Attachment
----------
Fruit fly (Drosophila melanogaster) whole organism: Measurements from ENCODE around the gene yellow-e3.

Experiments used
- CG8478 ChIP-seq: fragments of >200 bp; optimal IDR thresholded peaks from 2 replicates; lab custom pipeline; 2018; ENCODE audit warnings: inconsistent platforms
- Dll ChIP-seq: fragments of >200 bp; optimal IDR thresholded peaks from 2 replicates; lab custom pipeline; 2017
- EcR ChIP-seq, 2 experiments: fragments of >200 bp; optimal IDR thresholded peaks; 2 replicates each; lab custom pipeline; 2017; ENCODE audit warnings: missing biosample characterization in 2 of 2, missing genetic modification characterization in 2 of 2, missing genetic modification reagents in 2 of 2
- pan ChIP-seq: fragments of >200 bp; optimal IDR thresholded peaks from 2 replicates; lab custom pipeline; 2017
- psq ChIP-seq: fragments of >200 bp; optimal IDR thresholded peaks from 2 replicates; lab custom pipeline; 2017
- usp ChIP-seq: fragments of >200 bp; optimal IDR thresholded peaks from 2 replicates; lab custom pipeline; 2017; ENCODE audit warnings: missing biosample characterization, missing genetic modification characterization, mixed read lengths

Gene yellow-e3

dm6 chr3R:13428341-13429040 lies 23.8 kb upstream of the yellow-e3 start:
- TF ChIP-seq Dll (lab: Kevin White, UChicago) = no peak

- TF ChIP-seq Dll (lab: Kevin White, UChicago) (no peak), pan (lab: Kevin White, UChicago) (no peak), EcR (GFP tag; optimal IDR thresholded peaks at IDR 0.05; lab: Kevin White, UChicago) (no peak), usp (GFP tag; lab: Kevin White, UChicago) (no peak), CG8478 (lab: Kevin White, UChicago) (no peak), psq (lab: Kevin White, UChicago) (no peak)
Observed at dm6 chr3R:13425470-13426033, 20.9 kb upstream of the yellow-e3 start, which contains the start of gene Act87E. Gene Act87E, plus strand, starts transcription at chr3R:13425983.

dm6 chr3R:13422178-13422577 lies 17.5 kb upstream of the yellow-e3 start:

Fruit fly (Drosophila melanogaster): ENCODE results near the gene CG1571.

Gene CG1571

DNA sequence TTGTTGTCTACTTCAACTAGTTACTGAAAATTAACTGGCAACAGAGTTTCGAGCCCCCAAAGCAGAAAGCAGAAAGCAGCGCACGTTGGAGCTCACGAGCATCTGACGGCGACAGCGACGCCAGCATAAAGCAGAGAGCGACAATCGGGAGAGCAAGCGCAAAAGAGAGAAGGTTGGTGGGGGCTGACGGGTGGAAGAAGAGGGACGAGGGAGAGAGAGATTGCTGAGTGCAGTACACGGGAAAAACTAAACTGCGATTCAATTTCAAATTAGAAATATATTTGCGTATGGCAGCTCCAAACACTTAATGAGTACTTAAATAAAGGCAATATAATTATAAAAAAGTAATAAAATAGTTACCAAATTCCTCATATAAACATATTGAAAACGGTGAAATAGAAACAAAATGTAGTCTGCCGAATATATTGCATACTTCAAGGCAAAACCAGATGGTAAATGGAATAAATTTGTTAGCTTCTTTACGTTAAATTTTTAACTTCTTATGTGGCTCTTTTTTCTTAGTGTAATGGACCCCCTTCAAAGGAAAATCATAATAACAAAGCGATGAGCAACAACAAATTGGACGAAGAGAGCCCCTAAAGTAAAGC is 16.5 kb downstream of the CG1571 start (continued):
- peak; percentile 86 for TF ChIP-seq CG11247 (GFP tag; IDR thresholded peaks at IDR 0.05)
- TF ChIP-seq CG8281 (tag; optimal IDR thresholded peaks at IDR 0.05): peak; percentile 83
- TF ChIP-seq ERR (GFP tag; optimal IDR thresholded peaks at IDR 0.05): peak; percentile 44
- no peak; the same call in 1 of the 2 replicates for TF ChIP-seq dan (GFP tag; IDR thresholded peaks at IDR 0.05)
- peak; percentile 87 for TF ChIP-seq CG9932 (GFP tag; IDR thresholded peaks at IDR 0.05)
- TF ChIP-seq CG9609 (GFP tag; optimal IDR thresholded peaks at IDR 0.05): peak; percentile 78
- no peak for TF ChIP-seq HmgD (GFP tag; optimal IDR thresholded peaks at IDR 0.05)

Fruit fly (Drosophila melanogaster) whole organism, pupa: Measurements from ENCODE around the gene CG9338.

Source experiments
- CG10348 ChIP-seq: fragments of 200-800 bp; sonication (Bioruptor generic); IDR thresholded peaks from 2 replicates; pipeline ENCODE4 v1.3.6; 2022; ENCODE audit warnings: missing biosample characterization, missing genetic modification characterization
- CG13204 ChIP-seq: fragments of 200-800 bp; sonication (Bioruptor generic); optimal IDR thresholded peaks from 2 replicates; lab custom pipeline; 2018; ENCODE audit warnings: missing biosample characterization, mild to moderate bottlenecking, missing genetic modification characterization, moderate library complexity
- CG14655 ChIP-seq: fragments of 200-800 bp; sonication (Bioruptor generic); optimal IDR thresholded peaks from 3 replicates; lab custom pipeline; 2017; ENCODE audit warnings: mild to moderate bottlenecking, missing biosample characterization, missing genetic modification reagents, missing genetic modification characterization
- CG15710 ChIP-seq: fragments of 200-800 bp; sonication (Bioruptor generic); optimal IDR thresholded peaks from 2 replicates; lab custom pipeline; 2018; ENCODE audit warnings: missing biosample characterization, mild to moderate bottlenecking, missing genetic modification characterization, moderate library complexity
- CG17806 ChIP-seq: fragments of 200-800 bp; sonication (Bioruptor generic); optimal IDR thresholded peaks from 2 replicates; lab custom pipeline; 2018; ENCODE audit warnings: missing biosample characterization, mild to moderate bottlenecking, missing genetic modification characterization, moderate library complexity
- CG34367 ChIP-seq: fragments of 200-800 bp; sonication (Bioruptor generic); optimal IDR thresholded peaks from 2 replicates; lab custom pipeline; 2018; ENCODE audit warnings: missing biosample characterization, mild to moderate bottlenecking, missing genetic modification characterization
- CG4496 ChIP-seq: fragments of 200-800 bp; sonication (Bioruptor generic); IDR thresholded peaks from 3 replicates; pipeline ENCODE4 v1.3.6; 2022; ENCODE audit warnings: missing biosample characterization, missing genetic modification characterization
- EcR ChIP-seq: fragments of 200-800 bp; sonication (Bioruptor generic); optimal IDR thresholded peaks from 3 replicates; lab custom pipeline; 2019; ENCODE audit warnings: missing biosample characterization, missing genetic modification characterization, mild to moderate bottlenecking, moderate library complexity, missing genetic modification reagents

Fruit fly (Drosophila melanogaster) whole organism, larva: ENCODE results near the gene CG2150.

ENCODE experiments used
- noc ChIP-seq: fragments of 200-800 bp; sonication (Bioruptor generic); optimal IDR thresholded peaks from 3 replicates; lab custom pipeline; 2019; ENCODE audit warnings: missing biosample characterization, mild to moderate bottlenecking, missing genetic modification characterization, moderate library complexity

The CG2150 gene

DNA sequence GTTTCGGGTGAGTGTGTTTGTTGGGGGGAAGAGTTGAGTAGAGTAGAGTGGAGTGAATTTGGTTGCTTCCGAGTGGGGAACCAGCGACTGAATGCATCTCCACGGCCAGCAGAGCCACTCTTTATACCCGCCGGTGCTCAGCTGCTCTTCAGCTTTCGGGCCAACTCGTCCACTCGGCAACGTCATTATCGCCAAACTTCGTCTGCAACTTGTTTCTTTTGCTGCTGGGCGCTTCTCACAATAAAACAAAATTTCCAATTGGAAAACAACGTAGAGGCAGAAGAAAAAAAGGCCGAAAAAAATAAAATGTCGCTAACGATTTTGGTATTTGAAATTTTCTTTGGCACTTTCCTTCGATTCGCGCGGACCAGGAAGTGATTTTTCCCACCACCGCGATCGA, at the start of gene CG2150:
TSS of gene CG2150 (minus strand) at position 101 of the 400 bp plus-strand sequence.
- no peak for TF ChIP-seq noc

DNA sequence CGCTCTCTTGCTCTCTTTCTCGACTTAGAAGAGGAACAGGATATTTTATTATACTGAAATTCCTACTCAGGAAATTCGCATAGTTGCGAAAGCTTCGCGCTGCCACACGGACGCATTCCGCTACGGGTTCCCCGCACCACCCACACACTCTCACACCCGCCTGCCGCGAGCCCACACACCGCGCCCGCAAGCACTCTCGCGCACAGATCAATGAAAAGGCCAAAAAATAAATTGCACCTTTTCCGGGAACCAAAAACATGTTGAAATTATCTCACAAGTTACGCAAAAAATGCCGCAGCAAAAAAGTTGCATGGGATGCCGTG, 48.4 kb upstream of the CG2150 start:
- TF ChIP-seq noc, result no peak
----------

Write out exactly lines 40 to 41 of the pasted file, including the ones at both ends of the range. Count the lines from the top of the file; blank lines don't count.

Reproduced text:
TSS of gene CG2150 (minus strand) at position 101 of the 400 bp plus-strand sequence.
- no peak for TF ChIP-seq noc